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OLIVIA HOOKER, FIRST BLACK WOMAN IN THE U.S. COAST GUARD BOWS OUT AT 103

Olivia Hooker, the first Black woman in the U.S. Coast Guard and one of the last survivors of the 1921 Tulsa race riots, has died.

Her goddaughter, Janis Porter, told the Associated Press that Hooker died Wednesday at their home in White Plains, New York. She didn’t provide a cause of death.

Hooker was 103.

Before her death, she was considered the likely last survivor of the deadly 1921 Tulsa race riots. Hooker was only six years old on May 31, 1921, when a white mob entered her black middle-class neighbourhood of Greenwood in Tulsa and terrorized the community for the next 24 hours.

Hooker’s mother hid her and her three siblings under the dining room table when a group of white men entered her home, she told Radio Diaries in a radio series called “Last Witness”, which features portraits of the last surviving witnesses to major historical events.

“It was a horrifying thing for a little girl who’s only six years old,” she said in the interview that aired in June 2018. “Trying to remember to keep quiet, so they wouldn’t know we were there.”

The root of the unrest was the arrest of Dick Rowland, a young black man accused of assaulting a young white woman in an elevator. News quickly spread that a white mob was rising up and coming to lynch him. The mob was met by an armed group of African-American men, many of whom were World War I veterans.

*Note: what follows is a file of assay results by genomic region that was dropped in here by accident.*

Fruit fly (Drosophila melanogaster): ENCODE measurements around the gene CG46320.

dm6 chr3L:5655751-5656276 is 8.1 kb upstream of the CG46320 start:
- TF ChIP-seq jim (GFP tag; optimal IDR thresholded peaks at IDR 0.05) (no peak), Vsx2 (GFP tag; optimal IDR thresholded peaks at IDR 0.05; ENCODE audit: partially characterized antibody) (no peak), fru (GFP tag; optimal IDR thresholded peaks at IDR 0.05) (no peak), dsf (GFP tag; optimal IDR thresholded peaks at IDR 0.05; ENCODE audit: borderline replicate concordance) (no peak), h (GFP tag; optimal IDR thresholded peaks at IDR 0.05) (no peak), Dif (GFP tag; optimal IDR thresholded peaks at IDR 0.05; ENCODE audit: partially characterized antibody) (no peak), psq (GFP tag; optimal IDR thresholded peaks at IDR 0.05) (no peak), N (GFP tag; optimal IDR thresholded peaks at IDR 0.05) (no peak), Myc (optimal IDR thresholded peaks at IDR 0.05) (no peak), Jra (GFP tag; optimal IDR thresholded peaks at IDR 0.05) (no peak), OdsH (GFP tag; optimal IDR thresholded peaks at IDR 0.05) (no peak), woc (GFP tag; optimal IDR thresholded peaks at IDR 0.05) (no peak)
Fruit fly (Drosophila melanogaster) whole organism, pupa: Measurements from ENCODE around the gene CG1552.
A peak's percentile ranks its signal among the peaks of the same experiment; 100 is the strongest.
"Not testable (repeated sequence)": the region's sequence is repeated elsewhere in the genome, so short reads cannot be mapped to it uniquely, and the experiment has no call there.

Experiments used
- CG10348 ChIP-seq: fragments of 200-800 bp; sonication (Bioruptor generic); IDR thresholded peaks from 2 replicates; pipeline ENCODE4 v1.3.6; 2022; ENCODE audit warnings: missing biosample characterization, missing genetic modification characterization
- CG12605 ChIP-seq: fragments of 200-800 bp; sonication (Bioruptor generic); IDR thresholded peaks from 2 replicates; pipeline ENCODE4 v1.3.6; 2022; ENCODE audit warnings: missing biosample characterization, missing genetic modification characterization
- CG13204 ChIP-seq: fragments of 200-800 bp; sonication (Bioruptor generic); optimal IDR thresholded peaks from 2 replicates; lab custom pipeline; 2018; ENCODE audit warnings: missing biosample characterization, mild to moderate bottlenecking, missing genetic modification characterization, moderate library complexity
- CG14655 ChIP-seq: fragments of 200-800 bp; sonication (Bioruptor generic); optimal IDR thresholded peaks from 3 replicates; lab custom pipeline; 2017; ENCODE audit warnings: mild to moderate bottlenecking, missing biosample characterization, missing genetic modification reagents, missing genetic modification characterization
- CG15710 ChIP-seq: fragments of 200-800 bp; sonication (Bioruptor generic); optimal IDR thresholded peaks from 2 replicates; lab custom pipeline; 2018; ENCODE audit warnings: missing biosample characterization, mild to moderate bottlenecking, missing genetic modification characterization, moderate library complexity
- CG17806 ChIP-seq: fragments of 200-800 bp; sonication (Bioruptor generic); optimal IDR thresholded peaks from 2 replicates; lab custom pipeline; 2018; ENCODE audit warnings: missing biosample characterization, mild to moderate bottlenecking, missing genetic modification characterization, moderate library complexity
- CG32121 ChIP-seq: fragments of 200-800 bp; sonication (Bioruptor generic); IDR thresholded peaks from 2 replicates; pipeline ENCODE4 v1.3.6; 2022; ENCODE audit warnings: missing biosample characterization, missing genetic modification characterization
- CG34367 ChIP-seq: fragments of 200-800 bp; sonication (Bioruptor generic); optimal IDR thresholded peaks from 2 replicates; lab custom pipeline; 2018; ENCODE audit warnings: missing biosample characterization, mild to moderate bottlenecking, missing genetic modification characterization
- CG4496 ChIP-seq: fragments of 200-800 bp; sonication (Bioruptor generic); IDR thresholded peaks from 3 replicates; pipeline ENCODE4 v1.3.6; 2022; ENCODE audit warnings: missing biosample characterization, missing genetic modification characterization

According to NPR, an armed standoff ensued, and “the white mobs destroyed more than 1,000 homes and businesses. They set fire to schools, churches, libraries, and movie theaters, leveling entire city blocks.” Up to an estimated 300 people were killed, though the exact death toll is unknown.

For Hooker, she witnessed them tear down items in her home, as well as the complete destruction of her father’s clothing business. Her family picked up soon after and moved to Topeka, Kan. as their once thriving neighbourhood was now lost.

“It was a neighbourhood where you could be treated with respect,” Hooker says of the neighbourhood many once called “Black Wallstreet”.

Hooker went on to become the first African-American woman to join the U.S. Coast Guard. Her work involved preparing discharges for guardsmen returning from the war and rejoining civilian life, according to the Coast Guard.

“She was a national treasure, she was a very special lady,” Coast Guard spokesman Barry Lane said.

Hooker earned a master’s degree from Columbia University and a Ph.D. in psychology from the University of Rochester. She later worked as a professor at Fordham University in New York, according to the Coast Guard.

Hooker had no surviving relatives.

SOURCE: ESSENCE.COM

PHOTO CREDIT: King Of Reads




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